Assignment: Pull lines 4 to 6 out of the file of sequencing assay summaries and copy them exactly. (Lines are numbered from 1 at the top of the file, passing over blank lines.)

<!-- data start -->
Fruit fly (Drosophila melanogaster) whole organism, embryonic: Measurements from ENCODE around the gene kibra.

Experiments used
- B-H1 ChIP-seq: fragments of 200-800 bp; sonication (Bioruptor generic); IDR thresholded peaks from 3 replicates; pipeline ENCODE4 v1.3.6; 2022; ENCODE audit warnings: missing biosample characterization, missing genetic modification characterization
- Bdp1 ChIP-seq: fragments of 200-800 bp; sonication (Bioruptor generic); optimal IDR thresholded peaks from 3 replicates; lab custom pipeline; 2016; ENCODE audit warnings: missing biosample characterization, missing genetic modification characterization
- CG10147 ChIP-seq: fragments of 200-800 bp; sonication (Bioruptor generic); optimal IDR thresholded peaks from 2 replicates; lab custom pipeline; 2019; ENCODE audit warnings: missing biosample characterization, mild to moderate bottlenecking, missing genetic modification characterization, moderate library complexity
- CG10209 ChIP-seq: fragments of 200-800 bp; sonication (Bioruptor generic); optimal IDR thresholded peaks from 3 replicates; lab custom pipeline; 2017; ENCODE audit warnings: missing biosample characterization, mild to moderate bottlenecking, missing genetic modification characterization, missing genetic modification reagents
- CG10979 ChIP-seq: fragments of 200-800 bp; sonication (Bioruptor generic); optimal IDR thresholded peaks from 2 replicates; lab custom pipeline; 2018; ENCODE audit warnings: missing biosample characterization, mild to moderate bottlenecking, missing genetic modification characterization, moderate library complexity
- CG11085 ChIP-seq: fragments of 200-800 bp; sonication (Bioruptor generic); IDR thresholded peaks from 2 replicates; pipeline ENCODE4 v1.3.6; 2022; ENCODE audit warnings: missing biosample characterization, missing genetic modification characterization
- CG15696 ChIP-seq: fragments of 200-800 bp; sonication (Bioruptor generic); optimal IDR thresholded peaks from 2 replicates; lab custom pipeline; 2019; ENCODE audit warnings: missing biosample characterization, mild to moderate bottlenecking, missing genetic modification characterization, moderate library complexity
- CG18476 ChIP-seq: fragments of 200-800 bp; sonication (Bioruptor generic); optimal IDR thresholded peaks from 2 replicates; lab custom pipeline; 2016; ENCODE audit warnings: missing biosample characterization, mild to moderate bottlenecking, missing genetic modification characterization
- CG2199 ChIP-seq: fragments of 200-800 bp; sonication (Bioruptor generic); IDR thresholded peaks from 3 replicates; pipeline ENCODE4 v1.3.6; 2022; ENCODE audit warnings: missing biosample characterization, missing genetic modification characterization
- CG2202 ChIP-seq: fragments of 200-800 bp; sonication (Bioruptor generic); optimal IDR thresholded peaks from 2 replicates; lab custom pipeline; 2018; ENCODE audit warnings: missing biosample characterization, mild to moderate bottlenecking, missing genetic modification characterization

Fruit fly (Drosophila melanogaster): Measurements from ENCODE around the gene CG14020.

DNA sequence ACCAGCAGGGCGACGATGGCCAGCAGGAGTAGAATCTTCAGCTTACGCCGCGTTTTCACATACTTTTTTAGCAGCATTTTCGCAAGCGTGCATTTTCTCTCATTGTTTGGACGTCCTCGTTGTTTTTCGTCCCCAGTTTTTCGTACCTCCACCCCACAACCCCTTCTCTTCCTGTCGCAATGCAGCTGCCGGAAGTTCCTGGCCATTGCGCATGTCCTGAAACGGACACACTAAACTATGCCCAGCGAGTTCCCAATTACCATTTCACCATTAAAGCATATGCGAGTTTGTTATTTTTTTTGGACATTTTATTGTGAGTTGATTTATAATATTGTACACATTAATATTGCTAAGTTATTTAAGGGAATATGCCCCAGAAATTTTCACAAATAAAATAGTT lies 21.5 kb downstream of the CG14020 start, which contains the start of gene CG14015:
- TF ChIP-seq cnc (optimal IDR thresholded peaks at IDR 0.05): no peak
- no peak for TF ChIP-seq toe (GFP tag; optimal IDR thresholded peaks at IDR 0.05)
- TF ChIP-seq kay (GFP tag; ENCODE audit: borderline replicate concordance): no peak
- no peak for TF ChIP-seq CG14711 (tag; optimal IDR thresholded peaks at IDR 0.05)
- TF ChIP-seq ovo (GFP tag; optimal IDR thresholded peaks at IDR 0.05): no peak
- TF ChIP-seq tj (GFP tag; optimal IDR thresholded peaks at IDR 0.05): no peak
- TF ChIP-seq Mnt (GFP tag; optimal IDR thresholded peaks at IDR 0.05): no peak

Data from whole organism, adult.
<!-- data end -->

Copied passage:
- Bdp1 ChIP-seq: fragments of 200-800 bp; sonication (Bioruptor generic); optimal IDR thresholded peaks from 3 replicates; lab custom pipeline; 2016; ENCODE audit warnings: missing biosample characterization, missing genetic modification characterization
- CG10147 ChIP-seq: fragments of 200-800 bp; sonication (Bioruptor generic); optimal IDR thresholded peaks from 2 replicates; lab custom pipeline; 2019; ENCODE audit warnings: missing biosample characterization, mild to moderate bottlenecking, missing genetic modification characterization, moderate library complexity
- CG10209 ChIP-seq: fragments of 200-800 bp; sonication (Bioruptor generic); optimal IDR thresholded peaks from 3 replicates; lab custom pipeline; 2017; ENCODE audit warnings: missing biosample characterization, mild to moderate bottlenecking, missing genetic modification characterization, missing genetic modification reagents